How to cope with family conflict at Christmas

It’s the most wonderful time of the year… Right? Hollywood has carefully created an image of what Christmas should be like - happy families sat around an open fire, a tree littered with presents and snow as far as the eye can see. However, for many, this is not real life. We are rarely graced with snow, the pandemic has put financial burdens on so many and, really, how many of us have an open fire? Not only this, but families do not always get along, and being related to someone does not mean you will always like them. 

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So, how do you get through Christmas with your family when there is conflict?

Why are family disagreements common at Christmas?

Pressure of expectations

There is often an expectation of perfection at Christmas. Hosting Christmas Day can seem idyllic in thought, but it can be quite the opposite in practice. The pressure to make sure that the food is on time (and edible), and that everyone is having a good time can be incredibly stressful. When things don’t go to plan, this can often cause frustration and upset, adding insurmountable pressure on the day.

Tiredness

People are often tired at Christmas making them short-tempered. Late nights preparing for Christmas, travelling and potentially excited young children getting up early is not the ideal way to start the day refreshed. We all have a limit and this limit shrinks when we haven’t had enough sleep.

If you want to know more about lack of sleep/insomnia, check out my article Insomnia and how to get a better night's sleep.

History 

It is common that family members can still see us like the children we used to be, not the person we have become. Our family members know our history and they know which buttons to press, and this can often cause conflict. Old arguments and disagreements can be brought up at Christmas, and it is difficult to stay calm in these tense situations. 

Roles

When we are around the people we grew up with, it is easy to fall back into our old roles and habits. It’s not uncommon for grown-up children to let their parents do everything, even if they wouldn’t behave that way at a friend’s house. Old habits, routines, and behaviours can see siblings start to fight and parents treating their offspring as children.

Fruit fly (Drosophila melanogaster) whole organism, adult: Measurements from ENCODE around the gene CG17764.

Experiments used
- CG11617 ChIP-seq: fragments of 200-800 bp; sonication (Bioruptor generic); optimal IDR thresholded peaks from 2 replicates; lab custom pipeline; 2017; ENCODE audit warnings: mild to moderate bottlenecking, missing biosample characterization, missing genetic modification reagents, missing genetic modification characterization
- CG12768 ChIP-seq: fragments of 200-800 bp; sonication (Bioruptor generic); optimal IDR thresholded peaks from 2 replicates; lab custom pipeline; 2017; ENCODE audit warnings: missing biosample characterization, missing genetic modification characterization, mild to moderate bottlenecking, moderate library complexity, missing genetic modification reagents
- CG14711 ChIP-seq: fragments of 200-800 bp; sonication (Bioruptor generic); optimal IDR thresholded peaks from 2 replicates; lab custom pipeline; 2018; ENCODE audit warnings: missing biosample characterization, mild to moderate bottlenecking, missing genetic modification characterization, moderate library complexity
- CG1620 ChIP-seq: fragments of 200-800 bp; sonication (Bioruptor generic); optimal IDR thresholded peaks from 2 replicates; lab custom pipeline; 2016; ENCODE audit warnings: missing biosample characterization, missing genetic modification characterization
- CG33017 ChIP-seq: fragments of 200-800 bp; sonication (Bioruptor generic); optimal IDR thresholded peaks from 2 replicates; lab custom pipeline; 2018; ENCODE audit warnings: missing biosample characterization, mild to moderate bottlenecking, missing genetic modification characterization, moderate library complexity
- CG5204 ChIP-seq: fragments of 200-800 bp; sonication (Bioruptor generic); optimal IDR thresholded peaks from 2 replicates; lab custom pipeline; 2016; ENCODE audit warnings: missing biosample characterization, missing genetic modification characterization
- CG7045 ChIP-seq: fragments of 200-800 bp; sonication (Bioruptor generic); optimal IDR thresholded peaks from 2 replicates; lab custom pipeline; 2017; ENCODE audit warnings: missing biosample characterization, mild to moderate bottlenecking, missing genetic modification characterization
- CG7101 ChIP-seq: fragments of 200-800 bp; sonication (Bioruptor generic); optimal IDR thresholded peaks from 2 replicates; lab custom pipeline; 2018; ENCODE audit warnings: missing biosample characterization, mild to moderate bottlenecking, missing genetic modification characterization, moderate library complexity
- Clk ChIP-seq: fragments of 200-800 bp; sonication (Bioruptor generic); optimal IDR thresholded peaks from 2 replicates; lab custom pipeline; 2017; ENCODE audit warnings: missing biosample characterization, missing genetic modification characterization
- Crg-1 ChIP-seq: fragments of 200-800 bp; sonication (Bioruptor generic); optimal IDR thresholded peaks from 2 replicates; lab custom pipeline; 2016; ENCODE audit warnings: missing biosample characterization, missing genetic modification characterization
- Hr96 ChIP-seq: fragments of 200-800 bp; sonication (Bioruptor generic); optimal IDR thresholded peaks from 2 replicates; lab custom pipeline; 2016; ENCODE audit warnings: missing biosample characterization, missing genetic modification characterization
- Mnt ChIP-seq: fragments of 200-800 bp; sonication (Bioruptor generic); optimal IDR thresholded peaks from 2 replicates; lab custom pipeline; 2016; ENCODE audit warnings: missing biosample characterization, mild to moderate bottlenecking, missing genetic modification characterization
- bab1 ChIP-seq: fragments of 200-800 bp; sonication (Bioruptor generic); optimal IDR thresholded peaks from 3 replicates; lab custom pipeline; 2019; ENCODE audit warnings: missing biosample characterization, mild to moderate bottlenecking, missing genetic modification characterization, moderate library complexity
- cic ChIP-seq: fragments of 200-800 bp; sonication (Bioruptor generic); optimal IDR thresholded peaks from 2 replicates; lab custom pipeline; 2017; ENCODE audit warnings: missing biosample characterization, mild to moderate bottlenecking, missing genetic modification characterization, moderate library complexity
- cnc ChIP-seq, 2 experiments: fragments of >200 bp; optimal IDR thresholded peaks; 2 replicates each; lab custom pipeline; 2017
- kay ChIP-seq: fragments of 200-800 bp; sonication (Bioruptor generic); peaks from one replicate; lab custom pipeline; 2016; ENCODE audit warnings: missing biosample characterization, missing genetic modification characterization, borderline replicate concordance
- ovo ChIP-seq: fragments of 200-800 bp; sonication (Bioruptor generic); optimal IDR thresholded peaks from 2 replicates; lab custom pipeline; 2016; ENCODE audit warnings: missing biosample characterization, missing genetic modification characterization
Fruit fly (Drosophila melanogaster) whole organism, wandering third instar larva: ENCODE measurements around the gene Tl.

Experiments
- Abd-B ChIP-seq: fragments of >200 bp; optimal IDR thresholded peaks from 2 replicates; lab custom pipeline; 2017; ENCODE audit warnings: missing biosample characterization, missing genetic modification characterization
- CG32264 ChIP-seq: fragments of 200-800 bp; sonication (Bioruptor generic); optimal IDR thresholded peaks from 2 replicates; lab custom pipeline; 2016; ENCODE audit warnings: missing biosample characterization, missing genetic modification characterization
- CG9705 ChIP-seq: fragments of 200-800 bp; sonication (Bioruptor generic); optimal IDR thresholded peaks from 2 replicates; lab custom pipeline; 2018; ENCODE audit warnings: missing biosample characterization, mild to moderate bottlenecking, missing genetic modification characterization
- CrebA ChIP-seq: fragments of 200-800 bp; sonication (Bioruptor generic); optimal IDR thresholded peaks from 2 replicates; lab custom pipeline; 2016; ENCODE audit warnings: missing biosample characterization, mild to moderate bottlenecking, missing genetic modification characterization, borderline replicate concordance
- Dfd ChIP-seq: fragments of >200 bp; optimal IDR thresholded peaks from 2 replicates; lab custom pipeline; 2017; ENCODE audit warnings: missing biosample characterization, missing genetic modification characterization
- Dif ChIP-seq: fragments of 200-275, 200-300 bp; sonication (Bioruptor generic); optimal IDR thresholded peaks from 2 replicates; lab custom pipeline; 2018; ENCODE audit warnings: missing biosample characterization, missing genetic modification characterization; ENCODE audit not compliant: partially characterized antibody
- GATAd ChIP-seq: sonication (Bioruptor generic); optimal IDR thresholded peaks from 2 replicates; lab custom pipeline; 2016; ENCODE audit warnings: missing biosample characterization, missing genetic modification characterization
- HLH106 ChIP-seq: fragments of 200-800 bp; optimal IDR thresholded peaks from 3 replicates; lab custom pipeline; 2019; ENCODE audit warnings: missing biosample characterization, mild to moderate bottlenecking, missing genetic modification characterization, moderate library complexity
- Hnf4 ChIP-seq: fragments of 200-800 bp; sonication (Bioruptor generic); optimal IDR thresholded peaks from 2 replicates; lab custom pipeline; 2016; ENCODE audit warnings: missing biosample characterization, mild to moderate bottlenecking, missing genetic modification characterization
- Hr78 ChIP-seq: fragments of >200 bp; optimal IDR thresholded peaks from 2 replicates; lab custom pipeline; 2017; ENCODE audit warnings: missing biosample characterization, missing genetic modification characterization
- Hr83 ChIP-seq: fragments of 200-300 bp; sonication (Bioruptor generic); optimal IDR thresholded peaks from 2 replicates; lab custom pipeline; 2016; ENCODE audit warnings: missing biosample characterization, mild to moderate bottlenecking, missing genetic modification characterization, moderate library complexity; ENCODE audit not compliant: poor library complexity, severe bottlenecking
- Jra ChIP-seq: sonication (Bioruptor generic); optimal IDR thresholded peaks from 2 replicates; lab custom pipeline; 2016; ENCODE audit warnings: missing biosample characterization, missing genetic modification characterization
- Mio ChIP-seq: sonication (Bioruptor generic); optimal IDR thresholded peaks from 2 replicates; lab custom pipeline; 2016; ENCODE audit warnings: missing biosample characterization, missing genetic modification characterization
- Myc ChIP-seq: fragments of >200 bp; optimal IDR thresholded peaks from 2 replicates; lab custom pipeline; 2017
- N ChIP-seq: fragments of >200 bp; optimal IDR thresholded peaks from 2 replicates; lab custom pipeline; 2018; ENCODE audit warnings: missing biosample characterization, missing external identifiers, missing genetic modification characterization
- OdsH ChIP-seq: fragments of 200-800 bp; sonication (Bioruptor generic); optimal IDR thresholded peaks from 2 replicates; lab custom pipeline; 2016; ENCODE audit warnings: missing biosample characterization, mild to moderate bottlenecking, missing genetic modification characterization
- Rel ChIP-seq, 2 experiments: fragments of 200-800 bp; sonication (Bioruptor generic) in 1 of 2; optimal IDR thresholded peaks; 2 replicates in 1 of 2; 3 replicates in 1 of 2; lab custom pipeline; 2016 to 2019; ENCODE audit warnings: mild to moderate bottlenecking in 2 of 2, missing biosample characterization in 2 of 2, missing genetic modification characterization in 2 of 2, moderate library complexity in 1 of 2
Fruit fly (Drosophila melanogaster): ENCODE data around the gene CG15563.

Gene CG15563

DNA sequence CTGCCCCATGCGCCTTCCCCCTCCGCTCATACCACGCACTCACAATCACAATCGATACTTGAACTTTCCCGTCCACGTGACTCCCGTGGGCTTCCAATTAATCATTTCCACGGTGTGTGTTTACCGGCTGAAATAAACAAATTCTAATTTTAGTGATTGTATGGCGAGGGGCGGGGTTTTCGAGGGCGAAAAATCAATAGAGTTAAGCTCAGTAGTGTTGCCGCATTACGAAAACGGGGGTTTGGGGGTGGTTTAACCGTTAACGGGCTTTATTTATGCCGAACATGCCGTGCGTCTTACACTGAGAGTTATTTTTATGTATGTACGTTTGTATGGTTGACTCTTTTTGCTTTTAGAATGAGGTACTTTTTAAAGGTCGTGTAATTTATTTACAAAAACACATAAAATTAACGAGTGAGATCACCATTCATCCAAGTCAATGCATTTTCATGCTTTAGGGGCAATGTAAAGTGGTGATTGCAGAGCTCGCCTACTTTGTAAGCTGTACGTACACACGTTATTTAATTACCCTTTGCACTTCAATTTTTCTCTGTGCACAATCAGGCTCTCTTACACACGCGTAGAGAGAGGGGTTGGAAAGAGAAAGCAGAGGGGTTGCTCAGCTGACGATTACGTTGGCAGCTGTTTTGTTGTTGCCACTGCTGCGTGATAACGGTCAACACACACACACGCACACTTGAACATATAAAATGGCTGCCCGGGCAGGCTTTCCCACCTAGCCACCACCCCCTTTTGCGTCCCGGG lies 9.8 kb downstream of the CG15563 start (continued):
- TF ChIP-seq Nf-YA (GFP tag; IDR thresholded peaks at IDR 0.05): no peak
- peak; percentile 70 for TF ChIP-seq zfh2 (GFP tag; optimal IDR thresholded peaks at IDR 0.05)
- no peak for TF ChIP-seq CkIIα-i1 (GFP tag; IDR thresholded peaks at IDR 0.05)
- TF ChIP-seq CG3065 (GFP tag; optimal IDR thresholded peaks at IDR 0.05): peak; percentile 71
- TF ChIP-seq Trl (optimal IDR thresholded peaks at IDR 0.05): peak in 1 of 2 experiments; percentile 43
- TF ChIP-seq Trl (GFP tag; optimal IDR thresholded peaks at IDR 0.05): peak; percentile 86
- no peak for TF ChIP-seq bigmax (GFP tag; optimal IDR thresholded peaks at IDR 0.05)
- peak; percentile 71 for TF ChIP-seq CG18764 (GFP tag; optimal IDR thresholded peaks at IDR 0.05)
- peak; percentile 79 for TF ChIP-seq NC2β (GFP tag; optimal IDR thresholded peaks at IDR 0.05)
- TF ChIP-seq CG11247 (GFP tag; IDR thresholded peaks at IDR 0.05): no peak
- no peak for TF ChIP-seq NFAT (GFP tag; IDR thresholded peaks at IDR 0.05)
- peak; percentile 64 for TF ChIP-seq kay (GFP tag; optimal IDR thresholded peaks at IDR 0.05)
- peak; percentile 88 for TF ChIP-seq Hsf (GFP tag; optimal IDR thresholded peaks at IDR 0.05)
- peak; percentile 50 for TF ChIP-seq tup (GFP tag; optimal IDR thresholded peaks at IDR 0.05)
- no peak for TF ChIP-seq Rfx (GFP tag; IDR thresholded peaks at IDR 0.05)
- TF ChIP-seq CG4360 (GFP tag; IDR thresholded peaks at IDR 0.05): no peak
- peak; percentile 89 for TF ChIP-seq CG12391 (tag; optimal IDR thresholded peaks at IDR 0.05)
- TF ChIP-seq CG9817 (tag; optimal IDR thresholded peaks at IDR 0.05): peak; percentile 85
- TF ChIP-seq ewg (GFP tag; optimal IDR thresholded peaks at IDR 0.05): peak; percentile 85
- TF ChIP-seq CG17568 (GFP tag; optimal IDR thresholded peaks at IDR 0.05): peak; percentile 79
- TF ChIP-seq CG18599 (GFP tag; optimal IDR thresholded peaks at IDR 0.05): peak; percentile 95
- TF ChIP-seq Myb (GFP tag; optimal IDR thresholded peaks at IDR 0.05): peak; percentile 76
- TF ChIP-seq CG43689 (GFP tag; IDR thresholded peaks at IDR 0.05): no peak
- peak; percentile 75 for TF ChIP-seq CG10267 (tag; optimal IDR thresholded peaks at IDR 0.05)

Rose-tinted memories

When you don’t see people regularly, it is easy to forget the little things they do that annoy you. It might be anything from eating with their mouths open, interrupting conversations, or leaving mugs everywhere. However, seeing them again can quickly remind you of those annoyances and make you irritated.

Changes in family dynamics

As time shifts, so do our families. Whether this is through painful break-ups, amicable separations, new partners, new babies, or loss of loved ones. These changes in family dynamics are exacerbated at Christmas. Often, children (or indeed adults) have a hard time adjusting to their parents’ new partners, and this can create a source of tension. 

Whatever the shift, Christmas time makes us acutely aware of who is missing and who is new to the fold.

Alcohol

At Christmas, it’s not unusual for people to drink more than normal or to drink for longer periods. Alcohol can reduce people’s inhibitions and affect their judgement which may lead to arguments. It can also be hard watching people lose control with alcohol, especially if you are aware that they have a complex relationship with it.

How to avoid family conflict

According to a recent survey from charity Relate, 44% of UK adults have rowed with a family member during the festive period. While we may love our family, Christmas is often filled with unspoken pressures, historical grievances, and differing political opinions. The hope is that these difficult moments blow over quickly, however, many people feel these issues deeply.